Walker was in debt at the time of the murders. He owed £2,000 on a car bill and was about to take delivery of a car worth £8,500. His army colleagues reported that he was a liar and braggart, and generally unpopular. After an initially successful career in the army, with three tours to Northern Ireland and a mention in dispatches, he had been having disciplinary issues in the months before the robbery and murders. A commanding officer, Lt Col Fairweather, had disciplined him and said: “Unless you get a grip of yourself, I can see you wearing a blue suit and eating porridge”.


In 2009, Walker suffered a stroke which left him severely disabled; in December 2011, he was released from prison on compassionate grounds.

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Scottish Architecture. Linlithgow Palace.

Once a majestic royal residence of the Stewarts, Linlithgow Palace today lies roofless and ruined. Yet entering the palace gates still inspires awe in visitors.

James I ordered work on a palace to begin in 1424, following a fire that severely damaged the earlier residence. The elegant, new ‘pleasure palace’ became a welcome rest stop for royals on the busy road between Edinburgh Castle and Stirling castle

The Stewart queens especially liked the peace and fresh air, and Linlithgow Palace served as the royal nursery for:

  • James V – born 1512
  • Mary Queen of Scots – born 1542
  • Princess Elizabeth – born 1596

But the palace fell quickly into decline when James VI moved the royal court to London in 1603, following his coronation as James I of England.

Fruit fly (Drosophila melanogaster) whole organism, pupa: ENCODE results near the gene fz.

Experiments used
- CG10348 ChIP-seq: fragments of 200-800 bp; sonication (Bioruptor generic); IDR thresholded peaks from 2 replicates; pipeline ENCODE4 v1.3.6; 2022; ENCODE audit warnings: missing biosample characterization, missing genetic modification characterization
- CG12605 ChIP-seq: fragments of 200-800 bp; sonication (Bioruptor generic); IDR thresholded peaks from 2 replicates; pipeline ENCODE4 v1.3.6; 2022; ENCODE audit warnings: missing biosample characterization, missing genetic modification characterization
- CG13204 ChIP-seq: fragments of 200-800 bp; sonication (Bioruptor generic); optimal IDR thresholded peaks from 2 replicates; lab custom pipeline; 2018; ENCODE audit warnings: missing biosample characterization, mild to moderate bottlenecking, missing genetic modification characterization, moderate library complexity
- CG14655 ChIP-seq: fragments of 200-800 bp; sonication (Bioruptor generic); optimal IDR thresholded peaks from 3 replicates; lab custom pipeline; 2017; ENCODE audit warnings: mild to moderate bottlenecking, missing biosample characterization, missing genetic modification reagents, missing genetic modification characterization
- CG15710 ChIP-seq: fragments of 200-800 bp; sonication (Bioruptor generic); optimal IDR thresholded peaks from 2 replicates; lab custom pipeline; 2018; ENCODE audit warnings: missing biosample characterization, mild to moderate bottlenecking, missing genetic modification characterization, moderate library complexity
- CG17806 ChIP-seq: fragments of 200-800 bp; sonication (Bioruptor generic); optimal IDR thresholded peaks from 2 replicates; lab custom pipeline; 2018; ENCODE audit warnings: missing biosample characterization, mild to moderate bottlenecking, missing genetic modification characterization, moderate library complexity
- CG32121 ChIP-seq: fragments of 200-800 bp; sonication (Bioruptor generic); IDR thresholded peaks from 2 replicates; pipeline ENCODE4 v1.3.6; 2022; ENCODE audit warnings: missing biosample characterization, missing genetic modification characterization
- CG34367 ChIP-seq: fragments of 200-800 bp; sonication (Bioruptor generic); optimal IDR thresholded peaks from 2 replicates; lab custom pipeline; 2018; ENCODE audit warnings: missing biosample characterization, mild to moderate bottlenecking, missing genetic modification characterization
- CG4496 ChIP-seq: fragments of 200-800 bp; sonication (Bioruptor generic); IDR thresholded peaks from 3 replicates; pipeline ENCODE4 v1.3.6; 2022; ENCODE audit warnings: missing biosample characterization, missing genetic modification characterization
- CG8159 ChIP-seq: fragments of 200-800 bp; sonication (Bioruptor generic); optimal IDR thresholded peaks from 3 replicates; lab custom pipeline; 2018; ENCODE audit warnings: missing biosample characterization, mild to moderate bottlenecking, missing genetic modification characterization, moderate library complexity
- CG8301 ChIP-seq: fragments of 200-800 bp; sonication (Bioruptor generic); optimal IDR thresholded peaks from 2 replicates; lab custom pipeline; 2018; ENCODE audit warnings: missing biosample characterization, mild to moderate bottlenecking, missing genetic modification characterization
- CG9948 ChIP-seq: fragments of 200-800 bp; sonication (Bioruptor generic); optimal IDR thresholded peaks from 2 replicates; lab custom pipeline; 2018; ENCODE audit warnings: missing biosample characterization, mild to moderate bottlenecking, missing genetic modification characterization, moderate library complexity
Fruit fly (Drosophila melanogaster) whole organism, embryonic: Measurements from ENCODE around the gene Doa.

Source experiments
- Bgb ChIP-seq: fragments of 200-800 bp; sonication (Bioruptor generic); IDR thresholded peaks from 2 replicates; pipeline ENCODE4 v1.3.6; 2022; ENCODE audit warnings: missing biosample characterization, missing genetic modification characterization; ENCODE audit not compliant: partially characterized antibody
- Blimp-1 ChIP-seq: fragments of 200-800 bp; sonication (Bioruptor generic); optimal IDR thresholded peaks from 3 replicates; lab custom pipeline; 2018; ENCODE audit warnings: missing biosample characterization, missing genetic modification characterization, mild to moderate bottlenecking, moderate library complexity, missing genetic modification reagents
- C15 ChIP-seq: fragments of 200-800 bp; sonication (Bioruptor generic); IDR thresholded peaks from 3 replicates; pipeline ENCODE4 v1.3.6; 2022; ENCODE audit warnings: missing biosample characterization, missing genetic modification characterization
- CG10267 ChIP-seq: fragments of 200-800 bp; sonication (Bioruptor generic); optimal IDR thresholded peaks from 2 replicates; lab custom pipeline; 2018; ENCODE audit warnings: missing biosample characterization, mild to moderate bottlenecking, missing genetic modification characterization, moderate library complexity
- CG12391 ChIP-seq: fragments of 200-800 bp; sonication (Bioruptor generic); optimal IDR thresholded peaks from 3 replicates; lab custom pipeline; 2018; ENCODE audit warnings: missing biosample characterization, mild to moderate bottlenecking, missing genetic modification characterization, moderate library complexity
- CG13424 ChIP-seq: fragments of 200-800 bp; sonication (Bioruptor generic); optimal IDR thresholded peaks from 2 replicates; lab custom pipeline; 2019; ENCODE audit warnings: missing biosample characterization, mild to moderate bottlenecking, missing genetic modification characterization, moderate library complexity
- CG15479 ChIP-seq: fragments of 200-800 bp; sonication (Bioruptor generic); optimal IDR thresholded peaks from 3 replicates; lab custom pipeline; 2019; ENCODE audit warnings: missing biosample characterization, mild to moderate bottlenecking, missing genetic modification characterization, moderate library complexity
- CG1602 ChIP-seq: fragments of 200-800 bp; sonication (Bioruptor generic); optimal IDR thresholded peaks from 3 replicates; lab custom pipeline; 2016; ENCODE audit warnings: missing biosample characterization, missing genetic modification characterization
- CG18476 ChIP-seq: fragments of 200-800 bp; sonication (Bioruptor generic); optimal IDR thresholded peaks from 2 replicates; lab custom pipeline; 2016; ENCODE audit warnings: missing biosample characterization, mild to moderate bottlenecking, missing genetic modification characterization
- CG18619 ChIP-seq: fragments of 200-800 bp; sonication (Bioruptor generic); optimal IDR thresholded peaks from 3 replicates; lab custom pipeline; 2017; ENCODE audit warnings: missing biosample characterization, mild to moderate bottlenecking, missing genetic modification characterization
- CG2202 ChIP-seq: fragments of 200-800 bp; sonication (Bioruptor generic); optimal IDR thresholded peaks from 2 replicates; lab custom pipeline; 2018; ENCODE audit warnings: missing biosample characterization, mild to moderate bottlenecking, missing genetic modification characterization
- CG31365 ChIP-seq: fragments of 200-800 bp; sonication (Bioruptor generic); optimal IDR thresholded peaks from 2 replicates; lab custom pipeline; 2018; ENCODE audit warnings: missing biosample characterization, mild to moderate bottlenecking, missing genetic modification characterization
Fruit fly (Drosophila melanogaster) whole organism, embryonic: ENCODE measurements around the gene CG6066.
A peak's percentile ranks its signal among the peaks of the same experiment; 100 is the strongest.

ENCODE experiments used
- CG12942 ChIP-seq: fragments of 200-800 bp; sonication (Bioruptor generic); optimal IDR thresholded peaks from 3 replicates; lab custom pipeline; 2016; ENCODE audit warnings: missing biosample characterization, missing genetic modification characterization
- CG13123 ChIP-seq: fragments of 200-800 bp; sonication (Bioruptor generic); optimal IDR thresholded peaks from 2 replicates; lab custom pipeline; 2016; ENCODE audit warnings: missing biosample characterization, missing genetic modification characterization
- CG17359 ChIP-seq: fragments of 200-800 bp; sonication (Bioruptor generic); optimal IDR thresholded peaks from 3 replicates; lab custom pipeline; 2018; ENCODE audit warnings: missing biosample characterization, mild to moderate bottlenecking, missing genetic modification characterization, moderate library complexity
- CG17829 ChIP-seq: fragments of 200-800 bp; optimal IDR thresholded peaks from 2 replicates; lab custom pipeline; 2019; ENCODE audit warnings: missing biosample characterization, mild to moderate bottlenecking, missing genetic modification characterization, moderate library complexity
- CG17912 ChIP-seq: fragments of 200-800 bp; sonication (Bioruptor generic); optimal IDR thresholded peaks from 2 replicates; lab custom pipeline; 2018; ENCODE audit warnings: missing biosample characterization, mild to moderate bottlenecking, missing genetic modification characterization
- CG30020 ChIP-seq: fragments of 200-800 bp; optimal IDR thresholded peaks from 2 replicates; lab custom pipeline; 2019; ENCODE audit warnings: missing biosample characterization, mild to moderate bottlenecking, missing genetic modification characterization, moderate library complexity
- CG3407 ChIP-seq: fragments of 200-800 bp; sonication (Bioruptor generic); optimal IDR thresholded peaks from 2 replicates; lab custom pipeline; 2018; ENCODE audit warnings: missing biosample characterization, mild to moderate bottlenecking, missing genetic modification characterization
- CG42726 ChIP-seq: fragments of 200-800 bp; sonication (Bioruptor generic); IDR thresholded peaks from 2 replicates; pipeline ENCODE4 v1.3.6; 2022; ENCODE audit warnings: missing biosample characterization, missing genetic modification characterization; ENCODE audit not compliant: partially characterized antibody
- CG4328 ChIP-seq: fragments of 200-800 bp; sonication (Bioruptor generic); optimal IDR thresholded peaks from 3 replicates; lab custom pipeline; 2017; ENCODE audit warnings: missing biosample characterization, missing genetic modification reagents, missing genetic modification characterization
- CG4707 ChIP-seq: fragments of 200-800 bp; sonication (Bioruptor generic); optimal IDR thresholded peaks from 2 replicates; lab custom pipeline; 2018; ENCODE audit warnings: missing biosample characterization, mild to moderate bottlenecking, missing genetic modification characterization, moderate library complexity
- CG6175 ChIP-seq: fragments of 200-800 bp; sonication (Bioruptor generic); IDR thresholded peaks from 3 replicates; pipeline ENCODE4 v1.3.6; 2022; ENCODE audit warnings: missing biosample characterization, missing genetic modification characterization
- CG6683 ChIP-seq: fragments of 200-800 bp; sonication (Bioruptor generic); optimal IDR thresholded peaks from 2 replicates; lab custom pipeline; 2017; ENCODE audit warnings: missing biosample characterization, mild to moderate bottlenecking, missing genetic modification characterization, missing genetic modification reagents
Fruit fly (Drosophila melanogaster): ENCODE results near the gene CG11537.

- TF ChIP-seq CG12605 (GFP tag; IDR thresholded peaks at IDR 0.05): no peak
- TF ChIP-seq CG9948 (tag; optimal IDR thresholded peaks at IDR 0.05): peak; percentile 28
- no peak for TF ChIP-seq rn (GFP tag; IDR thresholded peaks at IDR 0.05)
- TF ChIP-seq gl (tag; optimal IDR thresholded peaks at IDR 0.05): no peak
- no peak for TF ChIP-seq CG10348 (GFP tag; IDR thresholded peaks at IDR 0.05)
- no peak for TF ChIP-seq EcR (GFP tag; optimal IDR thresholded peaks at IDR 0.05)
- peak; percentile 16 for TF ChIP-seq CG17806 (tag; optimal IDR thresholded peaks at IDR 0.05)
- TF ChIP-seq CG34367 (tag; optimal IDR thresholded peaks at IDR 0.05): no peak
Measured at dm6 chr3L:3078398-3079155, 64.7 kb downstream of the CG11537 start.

The palace’s north quarter, which probably housed the queen’s apartment where Mary was born, fell to the ground in 1607. It was rebuilt around 1620, on the orders of James VI. The end came in 1746, when a great fire swept through the palace.

An ancient site

Linlithgow Palace stands on a low hill above a small inland loch. The name Linlithgow means ‘the loch in the damp hollow’.

The site was first occupied as far back as Roman times 2,000 years ago. There has been a royal residence here since at least the reign of David I (1124–53). He also founded the town that grew up around the royal residence.

Peace in Linlithgow was shattered in 1296, when Edward I of England invaded Scotland. The ‘Hammer of the Scots’ had a formidable defence built around the royal residence in 1302. He called it his ‘pele’ (from the Old French ‘pel’, meaning ‘stake’).

No visible features of the original Linlithgow Peel survive. The name is now used for the attractive parkland that surrounds the remains of the later Stewart palace.

A longstanding Stewart project.

James I had begun work on the new palace shortly after his return from captivity in England. Over the course of the next century and more, his heirs completed the great task.

Palace highlights include the:

  • Great Hall built for James I
  • royal apartments added by James IV (1488–1513)
  • three-tiered courtyard fountain added by James V in 1538
  • north quarter rebuilt for James VI (1567–1625)

The end result was a hugely impressive quadrangular palace, its four ranges grouped around a central courtyard.